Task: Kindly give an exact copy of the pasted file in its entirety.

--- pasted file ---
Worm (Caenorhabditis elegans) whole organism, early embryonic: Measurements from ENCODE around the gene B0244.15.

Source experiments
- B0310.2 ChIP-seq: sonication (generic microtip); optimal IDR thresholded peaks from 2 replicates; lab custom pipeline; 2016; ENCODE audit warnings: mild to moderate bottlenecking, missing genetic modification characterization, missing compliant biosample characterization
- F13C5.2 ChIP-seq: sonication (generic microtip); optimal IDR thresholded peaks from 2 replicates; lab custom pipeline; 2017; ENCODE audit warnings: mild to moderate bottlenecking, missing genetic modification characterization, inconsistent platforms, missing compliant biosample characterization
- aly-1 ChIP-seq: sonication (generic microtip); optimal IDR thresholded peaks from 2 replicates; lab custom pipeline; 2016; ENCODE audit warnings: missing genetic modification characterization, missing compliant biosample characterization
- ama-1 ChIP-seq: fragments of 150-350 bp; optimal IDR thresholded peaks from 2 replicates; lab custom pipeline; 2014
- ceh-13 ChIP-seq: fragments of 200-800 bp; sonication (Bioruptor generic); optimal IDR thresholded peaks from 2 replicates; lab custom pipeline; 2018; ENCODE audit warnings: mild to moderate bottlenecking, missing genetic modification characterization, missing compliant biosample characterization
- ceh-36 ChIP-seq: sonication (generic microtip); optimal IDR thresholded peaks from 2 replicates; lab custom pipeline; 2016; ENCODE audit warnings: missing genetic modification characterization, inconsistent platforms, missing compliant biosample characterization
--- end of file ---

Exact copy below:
Worm (Caenorhabditis elegans) whole organism, early embryonic: Measurements from ENCODE around the gene B0244.15.

Source experiments
- B0310.2 ChIP-seq: sonication (generic microtip); optimal IDR thresholded peaks from 2 replicates; lab custom pipeline; 2016; ENCODE audit warnings: mild to moderate bottlenecking, missing genetic modification characterization, missing compliant biosample characterization
- F13C5.2 ChIP-seq: sonication (generic microtip); optimal IDR thresholded peaks from 2 replicates; lab custom pipeline; 2017; ENCODE audit warnings: mild to moderate bottlenecking, missing genetic modification characterization, inconsistent platforms, missing compliant biosample characterization
- aly-1 ChIP-seq: sonication (generic microtip); optimal IDR thresholded peaks from 2 replicates; lab custom pipeline; 2016; ENCODE audit warnings: missing genetic modification characterization, missing compliant biosample characterization
- ama-1 ChIP-seq: fragments of 150-350 bp; optimal IDR thresholded peaks from 2 replicates; lab custom pipeline; 2014
- ceh-13 ChIP-seq: fragments of 200-800 bp; sonication (Bioruptor generic); optimal IDR thresholded peaks from 2 replicates; lab custom pipeline; 2018; ENCODE audit warnings: mild to moderate bottlenecking, missing genetic modification characterization, missing compliant biosample characterization
- ceh-36 ChIP-seq: sonication (generic microtip); optimal IDR thresholded peaks from 2 replicates; lab custom pipeline; 2016; ENCODE audit warnings: missing genetic modification characterization, inconsistent platforms, missing compliant biosample characterization